Port Dover West Pier Lighthouse

Heritage Lighthouse

Port Dover, Ontario
General view of Port Dover West Pier Lighthouse, 2008. (© Kraig Anderson - lighthousefriends.com)
General view
(© Kraig Anderson - lighthousefriends.com)
Address : Harbour Street, Port Dover, Ontario

Recognition Statute: Heritage Lighthouse Protection Act (S.C. 2008, c 16)
Designation Date: 2014-11-02
  • 1850 to 1850 (Construction)
  • 1846 to 1846 (Established)

Description of Historic Place

The Port Dover West Pier Lighthouse is prominently located at the end of the west pier at the entrance to Port Dover Harbour, on Lake Erie. The lighthouse consists of an 8.6 metres (28 feet) square tapered wood-frame tower and square lantern. A foghorn protrudes from its south face. The lighthouse was originally used as a range light and later moved 18.3 metres (60 feet) from the middle to the end of the pier to serve as a harbour light.

Heritage Value

The Port Dover West Pier Lighthouse is a heritage lighthouse because of its historical, architectural, and community values.

The Port Dover West Pier Lighthouse is a very good example of Canada’s early expansion of the lighthouse system to improve navigation on the Great Lakes-St. Lawrence route in competition with the American Erie Canal. The first lighthouse on the site, built around 1846, was destroyed by fire and the existing lighthouse on the west pier was subsequently built around 1850.
The village of Port Dover developed around 1835 at the juncture of the Lynn River and Lake Erie, and it soon became an important port for the north-south trade route as well as the east-west St. Lawrence system. Simultaneously, Port Dover became a center for shipbuilding as well as the budding fishing industry. Port Dover continues to serve the commercial fishing industry as well as recreational fishers and boaters, and its wharf and associated lighthouse remain vital.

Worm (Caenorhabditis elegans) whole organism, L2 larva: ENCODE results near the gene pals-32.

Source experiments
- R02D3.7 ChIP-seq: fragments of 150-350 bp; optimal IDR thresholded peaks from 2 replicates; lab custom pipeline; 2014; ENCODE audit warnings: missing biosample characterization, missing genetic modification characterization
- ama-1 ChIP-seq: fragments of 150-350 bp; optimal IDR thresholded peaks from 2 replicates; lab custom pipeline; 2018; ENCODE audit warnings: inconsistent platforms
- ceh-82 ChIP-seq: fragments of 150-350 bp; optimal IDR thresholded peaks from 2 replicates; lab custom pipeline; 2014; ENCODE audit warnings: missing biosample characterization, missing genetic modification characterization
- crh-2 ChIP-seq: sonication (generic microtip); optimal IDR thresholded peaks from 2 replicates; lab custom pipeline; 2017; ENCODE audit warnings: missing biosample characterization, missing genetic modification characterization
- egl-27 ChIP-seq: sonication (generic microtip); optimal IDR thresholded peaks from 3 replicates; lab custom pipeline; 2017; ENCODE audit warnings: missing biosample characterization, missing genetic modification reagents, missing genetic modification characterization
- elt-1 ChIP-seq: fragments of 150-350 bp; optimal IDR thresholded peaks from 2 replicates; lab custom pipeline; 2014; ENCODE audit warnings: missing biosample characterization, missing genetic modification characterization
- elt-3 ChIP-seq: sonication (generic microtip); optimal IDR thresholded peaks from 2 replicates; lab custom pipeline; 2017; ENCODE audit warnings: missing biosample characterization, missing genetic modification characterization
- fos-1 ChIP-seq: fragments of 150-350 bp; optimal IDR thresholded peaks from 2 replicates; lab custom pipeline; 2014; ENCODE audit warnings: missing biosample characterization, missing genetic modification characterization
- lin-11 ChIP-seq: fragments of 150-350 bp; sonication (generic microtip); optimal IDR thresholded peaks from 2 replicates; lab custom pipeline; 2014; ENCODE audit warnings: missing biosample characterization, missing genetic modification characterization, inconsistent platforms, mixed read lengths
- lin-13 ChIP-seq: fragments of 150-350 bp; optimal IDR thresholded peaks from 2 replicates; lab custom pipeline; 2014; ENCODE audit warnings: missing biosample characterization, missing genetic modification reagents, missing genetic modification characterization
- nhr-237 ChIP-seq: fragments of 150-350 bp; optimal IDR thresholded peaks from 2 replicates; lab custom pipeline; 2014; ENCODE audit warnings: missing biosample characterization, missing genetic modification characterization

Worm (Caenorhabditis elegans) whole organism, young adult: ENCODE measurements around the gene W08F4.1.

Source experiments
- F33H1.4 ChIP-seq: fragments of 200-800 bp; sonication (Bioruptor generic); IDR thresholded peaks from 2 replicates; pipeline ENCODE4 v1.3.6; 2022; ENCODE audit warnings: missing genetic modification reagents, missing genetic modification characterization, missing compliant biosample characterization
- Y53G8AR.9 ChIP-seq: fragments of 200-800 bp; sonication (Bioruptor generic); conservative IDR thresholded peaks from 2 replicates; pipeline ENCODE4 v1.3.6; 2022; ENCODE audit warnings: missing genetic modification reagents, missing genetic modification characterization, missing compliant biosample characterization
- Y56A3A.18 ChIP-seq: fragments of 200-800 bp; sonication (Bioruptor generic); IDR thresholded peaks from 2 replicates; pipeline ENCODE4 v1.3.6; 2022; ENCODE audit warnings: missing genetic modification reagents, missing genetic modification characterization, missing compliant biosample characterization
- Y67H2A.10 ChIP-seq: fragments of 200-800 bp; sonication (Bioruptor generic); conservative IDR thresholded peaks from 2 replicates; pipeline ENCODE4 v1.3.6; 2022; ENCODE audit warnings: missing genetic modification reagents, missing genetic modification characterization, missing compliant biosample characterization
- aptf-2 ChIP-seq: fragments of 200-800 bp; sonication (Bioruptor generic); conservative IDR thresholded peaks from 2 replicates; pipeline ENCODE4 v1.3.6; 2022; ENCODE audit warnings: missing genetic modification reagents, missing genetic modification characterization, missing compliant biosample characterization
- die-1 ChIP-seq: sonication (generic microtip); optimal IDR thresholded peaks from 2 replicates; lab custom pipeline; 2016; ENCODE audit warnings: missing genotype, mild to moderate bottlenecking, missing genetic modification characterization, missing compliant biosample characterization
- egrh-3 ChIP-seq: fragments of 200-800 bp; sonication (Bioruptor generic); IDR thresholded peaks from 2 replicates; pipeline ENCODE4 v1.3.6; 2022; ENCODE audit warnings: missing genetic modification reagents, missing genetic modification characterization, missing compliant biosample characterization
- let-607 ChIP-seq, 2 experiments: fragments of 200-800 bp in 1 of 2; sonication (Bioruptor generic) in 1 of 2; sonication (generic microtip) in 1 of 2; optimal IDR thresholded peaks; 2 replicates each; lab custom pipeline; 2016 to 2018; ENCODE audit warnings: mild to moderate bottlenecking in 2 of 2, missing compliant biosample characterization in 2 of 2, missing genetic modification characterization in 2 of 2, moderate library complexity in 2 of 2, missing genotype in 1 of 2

Architectural values
The design of the Port Dover Port Dover West Pier Lighthouse is a very good example of the wooden square-tapered design. The design is well-suited for maritime conditions and was used frequently for harbours and river routes. Square, tapered, wooden lighthouses were economical to build, using materials readily available in nearby forests and mills, and relying on local labour. They are durable and are able to withstand heavy winds due to their low centre of gravity. They were also relatively easy to move and the towers were adaptable to new applications, two features that are specifically reflected in the Port Dover West Pier Lighthouse.

Community values
The Port Dover West Pier Lighthouse reinforces Port Dover’s maritime character, and is visible from the shore and surrounding water. The lighthouse is the dominant structure on the pier.
The Port Dover West Pier Lighthouse has been, almost since its construction, an emblem of Port Dover’s maritime character and dependence on Lake Erie. The lighthouse continues to guide recreational and commercial vessels safely into the harbour. It has an extremely high landmark value for Port Dover and is a recognized symbol of the community. It is also an important tourist attraction for Port Dover, which is popular for summer vacations.

Related buildings
No related buildings are included in the designation.

Character-Defining Elements

The following character-defining elements of the Port Dover West Pier Lighthouse should be respected:
— its location at the end of the Port Dover west pier on Lake Erie;
— its current form and proportions, based on a standard design of square, tapered, wooden towers;
— its square wooden frame structure with tapered sides rising from a square base;
— its pedimented door;
— its gallery, supported by the flared cornice that transitions from the tapered walls;
— the design and material of the railing that surrounds the gallery;
— its square lantern with pyramidal roof and vent;
— the foghorn attached to the south face;
— its exterior colour scheme, consisting of white for the tower and cornice, and green for the lantern and the gallery railing and;
— its visual prominence in relation to the water and landscape.